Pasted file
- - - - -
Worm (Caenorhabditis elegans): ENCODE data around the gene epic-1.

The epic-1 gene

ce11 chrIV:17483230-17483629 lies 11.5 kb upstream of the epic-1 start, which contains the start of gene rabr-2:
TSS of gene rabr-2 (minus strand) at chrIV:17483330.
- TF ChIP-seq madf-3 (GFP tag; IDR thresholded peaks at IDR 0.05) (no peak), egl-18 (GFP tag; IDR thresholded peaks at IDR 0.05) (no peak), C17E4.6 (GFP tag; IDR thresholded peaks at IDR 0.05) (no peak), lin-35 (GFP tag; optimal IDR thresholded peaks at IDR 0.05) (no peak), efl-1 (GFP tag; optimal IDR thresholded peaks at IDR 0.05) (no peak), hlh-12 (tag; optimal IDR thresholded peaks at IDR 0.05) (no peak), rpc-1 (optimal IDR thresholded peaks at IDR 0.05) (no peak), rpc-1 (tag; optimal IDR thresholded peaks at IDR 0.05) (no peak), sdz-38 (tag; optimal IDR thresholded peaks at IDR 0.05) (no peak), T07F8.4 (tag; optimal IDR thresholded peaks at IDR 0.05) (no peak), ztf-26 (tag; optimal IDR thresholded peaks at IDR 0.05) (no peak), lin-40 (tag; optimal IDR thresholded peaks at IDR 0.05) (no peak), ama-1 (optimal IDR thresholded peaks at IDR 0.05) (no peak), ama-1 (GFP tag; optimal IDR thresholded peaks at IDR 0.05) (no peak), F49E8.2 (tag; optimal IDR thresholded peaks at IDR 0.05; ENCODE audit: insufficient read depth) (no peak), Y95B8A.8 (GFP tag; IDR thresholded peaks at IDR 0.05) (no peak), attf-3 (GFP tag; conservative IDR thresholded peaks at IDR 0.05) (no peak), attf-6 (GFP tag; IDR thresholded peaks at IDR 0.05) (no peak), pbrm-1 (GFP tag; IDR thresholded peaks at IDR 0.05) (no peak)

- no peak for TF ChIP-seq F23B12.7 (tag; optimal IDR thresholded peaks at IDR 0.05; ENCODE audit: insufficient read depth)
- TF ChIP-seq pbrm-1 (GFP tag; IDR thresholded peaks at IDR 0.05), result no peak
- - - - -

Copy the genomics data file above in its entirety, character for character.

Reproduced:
Worm (Caenorhabditis elegans): ENCODE data around the gene epic-1.

The epic-1 gene

ce11 chrIV:17483230-17483629 lies 11.5 kb upstream of the epic-1 start, which contains the start of gene rabr-2:
TSS of gene rabr-2 (minus strand) at chrIV:17483330.
- TF ChIP-seq madf-3 (GFP tag; IDR thresholded peaks at IDR 0.05) (no peak), egl-18 (GFP tag; IDR thresholded peaks at IDR 0.05) (no peak), C17E4.6 (GFP tag; IDR thresholded peaks at IDR 0.05) (no peak), lin-35 (GFP tag; optimal IDR thresholded peaks at IDR 0.05) (no peak), efl-1 (GFP tag; optimal IDR thresholded peaks at IDR 0.05) (no peak), hlh-12 (tag; optimal IDR thresholded peaks at IDR 0.05) (no peak), rpc-1 (optimal IDR thresholded peaks at IDR 0.05) (no peak), rpc-1 (tag; optimal IDR thresholded peaks at IDR 0.05) (no peak), sdz-38 (tag; optimal IDR thresholded peaks at IDR 0.05) (no peak), T07F8.4 (tag; optimal IDR thresholded peaks at IDR 0.05) (no peak), ztf-26 (tag; optimal IDR thresholded peaks at IDR 0.05) (no peak), lin-40 (tag; optimal IDR thresholded peaks at IDR 0.05) (no peak), ama-1 (optimal IDR thresholded peaks at IDR 0.05) (no peak), ama-1 (GFP tag; optimal IDR thresholded peaks at IDR 0.05) (no peak), F49E8.2 (tag; optimal IDR thresholded peaks at IDR 0.05; ENCODE audit: insufficient read depth) (no peak), Y95B8A.8 (GFP tag; IDR thresholded peaks at IDR 0.05) (no peak), attf-3 (GFP tag; conservative IDR thresholded peaks at IDR 0.05) (no peak), attf-6 (GFP tag; IDR thresholded peaks at IDR 0.05) (no peak), pbrm-1 (GFP tag; IDR thresholded peaks at IDR 0.05) (no peak)

- no peak for TF ChIP-seq F23B12.7 (tag; optimal IDR thresholded peaks at IDR 0.05; ENCODE audit: insufficient read depth)
- TF ChIP-seq pbrm-1 (GFP tag; IDR thresholded peaks at IDR 0.05), result no peak